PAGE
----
New Diplomatic Encounters: Taipei Biennial 2020 Symposium International ForumTaipei Biennial

The symposium will gather artists and thinkers around the 2020 biennale to deal with a situation which is becoming more and more pressing: people “around” the world no longer agree on what it means to live “on” earth. For example, it was said in the beginning of the Trump administration that he had no coherent strategy, but it seems on the contrary that he had one that unfolded over the past three years without fail: deregulating and isolating themselves from any international project. It clearly said: “We are not on the same Earth as you”. What is the meaning of politics, when the warring parties are taken each other as aliens belonging to another planet altogether? It is as if the question was no longer about different visions of the same planet, but about the composition and shape of several planets in conflicts with one another. Pluralism has taken a much more explicit ontological shape, as if we were literally living on different earths — and at war.

 

The new situation underlines that in fact the “geo” in “geo-politics” has been continuously ignored: the successive “world orders” have treated planet Earth as a fairly homogeneous place where there would be different forms of resources, different kinds of interests, and different kinds of sovereignties, but all still unified by one homogenic and overarching concept of One Nature. A Nature which ought to be dominated. As we come closer to a series of tipping points, we simultaneously witness a division between those who seem to have abandoned planet Earth, those who try to make it more inhabitable, and those whose cosmology never fitted within the ideals of the globalizing project in the first place. Which planetarity do you live through, to use Dipesh Chakrabarty’s notion, is now what is at stake.

 

This new state of war between worlds flies in the face of many ecological ideals elaborated during the 20th century; especially the principle that its topics were of such paramount importance that political ecology could bypass the tedious process of negotiation that any political action would require. Unanimity was supposed to rally the masses in a strong revolutionary push to “save the planet”. However, for the last forty years, we have seen that ecology does not unify, it divides. It divides the generations who will deal with it from those who are not paying the consequences; it divides the regions already affected by climate disasters from those which are protected; it divides inside each region the classes that do not suffer to the same extent the decisions taken by other classes; furthermore, it divides every one of us at the personal level: for each decision we take, we know there are cascades of unintended consequences that make hard to decide what’s good and what’s bad.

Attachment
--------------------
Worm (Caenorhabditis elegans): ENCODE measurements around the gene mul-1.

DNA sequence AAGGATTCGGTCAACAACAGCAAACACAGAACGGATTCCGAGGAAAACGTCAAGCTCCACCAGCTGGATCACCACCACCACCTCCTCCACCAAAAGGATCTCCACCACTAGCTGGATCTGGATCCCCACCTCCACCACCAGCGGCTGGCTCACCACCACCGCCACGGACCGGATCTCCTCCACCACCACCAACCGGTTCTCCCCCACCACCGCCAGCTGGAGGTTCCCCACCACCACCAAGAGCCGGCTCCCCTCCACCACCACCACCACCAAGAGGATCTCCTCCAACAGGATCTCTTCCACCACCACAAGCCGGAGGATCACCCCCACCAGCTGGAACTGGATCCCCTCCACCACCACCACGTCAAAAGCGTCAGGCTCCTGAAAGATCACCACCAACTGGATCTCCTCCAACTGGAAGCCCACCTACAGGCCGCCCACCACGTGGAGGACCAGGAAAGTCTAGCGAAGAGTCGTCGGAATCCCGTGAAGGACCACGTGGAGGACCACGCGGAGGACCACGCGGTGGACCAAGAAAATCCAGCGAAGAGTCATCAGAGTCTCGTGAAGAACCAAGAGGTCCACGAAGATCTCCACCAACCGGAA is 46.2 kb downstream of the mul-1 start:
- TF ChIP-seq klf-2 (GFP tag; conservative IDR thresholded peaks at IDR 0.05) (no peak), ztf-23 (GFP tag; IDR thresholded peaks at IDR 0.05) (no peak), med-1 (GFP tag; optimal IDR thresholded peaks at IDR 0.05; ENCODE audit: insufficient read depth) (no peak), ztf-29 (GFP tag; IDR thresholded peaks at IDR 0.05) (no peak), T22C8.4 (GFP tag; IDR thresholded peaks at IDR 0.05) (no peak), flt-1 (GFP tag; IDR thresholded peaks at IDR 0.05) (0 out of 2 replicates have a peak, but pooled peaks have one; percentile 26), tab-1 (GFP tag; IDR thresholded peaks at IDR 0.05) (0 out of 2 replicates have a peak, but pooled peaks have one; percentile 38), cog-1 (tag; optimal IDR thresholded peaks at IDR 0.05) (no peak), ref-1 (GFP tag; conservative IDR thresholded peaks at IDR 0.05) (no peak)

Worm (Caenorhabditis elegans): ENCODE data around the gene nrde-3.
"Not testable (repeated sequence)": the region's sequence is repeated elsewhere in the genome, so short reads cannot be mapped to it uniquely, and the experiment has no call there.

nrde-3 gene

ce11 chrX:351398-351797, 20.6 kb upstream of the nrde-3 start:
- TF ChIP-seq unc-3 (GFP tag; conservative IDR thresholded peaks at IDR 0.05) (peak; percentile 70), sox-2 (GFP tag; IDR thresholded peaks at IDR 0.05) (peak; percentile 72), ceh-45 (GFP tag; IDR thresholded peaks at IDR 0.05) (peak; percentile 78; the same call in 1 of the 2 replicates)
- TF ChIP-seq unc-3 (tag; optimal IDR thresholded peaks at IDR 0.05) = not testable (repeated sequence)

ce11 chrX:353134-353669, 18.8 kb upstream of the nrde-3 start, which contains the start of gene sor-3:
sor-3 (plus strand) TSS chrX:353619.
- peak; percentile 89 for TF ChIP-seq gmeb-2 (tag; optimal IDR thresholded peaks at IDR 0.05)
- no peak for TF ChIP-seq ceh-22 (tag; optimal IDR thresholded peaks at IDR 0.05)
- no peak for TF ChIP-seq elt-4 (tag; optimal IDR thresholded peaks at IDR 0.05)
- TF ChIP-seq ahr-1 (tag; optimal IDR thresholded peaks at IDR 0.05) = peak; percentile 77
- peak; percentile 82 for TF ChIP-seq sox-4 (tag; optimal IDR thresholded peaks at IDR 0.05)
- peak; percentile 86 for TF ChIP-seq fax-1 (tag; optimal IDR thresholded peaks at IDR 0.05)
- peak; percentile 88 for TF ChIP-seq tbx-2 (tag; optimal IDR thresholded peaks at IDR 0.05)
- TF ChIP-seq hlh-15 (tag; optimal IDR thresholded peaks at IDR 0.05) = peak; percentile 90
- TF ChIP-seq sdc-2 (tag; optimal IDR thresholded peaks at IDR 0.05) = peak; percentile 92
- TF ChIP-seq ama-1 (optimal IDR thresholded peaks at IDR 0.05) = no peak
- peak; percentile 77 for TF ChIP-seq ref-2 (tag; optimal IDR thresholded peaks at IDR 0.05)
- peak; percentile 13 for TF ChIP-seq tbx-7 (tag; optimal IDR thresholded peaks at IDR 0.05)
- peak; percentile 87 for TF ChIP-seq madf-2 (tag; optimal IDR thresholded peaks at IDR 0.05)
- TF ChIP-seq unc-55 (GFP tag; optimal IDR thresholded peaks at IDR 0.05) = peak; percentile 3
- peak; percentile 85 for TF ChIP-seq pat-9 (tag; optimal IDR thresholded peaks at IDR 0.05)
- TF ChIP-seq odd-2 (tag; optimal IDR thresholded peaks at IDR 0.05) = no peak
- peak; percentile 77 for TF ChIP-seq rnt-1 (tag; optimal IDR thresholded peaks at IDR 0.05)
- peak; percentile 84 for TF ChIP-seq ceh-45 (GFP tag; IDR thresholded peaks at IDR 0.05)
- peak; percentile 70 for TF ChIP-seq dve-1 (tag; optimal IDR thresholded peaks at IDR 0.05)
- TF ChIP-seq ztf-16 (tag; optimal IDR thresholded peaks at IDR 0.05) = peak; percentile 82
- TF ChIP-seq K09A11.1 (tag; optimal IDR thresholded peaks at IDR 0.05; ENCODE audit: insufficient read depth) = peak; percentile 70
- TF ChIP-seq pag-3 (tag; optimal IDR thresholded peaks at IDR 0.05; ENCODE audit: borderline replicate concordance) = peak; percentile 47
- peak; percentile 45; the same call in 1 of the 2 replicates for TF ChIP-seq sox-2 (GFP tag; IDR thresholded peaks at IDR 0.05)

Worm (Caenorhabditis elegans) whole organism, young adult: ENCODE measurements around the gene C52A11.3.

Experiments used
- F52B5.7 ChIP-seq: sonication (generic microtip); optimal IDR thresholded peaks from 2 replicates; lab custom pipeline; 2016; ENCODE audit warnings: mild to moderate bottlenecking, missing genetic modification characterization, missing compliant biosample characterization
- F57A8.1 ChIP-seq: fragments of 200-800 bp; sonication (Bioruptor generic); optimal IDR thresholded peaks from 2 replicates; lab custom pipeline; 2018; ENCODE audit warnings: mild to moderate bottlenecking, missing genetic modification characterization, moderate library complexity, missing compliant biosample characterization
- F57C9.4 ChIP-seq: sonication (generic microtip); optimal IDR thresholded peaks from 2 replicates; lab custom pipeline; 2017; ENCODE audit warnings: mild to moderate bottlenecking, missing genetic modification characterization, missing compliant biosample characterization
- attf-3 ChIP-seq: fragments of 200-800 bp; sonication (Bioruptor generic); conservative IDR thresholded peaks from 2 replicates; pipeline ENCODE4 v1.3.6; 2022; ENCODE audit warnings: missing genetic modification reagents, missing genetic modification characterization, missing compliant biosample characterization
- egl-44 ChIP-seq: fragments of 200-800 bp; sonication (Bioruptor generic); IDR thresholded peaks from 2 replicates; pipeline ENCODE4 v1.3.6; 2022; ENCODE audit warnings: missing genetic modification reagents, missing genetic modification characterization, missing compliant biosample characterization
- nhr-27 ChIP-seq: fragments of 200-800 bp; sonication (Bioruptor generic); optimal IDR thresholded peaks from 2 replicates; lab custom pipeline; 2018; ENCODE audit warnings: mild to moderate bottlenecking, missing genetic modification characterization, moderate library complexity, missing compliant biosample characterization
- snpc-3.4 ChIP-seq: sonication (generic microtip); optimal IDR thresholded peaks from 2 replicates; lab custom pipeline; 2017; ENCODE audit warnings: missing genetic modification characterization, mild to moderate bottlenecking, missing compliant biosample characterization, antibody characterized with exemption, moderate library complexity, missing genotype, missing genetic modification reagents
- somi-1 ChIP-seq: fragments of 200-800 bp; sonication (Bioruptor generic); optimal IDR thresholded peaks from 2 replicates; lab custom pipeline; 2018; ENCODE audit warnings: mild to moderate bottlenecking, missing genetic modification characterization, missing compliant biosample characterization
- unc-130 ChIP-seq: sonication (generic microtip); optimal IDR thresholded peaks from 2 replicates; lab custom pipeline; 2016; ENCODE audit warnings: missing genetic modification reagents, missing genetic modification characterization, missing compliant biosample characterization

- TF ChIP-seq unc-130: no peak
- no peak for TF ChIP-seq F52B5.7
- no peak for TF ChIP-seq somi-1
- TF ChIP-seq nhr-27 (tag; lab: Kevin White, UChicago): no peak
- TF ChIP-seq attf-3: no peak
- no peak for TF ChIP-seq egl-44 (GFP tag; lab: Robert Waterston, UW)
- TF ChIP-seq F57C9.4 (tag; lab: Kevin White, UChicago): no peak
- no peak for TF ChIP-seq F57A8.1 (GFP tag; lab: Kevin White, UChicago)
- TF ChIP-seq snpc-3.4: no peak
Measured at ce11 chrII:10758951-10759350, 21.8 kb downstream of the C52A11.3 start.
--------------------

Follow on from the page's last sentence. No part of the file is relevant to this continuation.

But where do we go from here? Where do we direct ourselves once this position of division is fully assumed, once our colonial history has shattered the ideal of universalism, once we find ourselves in a fragile situation that is being taken advantage of to serve populist agendas?

 

The present imperative is not simply to foster discussion amongst a multiplicity of perspectives, which would inevitably fall back to older models of universalism — reconciling multiple visions of the same natural world. The aim is to explore alternative procedures that still aim at some sort of settlement but after having fully accepted that divisions go much further than what previous universalist visions had anticipated. Or show why this is impossible and draw the political and ethical conclusions of this quandary.

 

For lack of a common world, it is crucial that we imagine different procedures that will at least explain why it is impossible to simply “sit at the same table”. What is peace and war when levels of dissent go this deep? If you and I don’t live on “the same planet”, it is crucially important to explore alternatives to avoid total destruction, while not being submitted to an overarching authority. This is what we mean by “new diplomatic encounters”. It is because of the immense difficulty of imagining those new forms of diplomacy, that we start by assembling virtually several of the thinkers who have gone the further in not simplifying the difficulty of abandoning older versions of universalism. 

 

 

 

New Diplomatic Encounters: Taipei Biennial 2020 Symposium

 

Time: November 21 (Sat.) 13:30 - 18:30

Venue: Auditorium, Taipei Fine Arts Museum

Simultaneous Interpretation in Mandarin and English Provided

13:30 go Live / English Channel: https://youtu.be/B5NDkqk93WA

- Online pre-registration is required and begins on November 9 (Mon.)

- Online Pre-registration:https://reurl.cc/7ol8vD  (The registration page will automatically close when reached the maximum number of participants)

- Check-in: November 21 (Sat.) 12:50 - 13:15; the registration expires when exceeding the check-in timeframe

 

  • Due to the pandemic, Bruno Latour and Yuk Hui are not able to travel and present in person. Instead, pre-recorded video lectures will be played on the day of the symposium (with Chinese subtitle); there will be time for Q&A. Bruno Latour and Yuk Hui will join the symposium via the internet to conversate with audiences
  • To follow precaution measures for COVID-19, please see the museum's corresponding provisions in the updated announcement before visiting
  • In the case of changes on the symposium schedule, information on the official website shall prevail

 

11.21 13:30 LIVE STREAM
(English Channel)
English Channel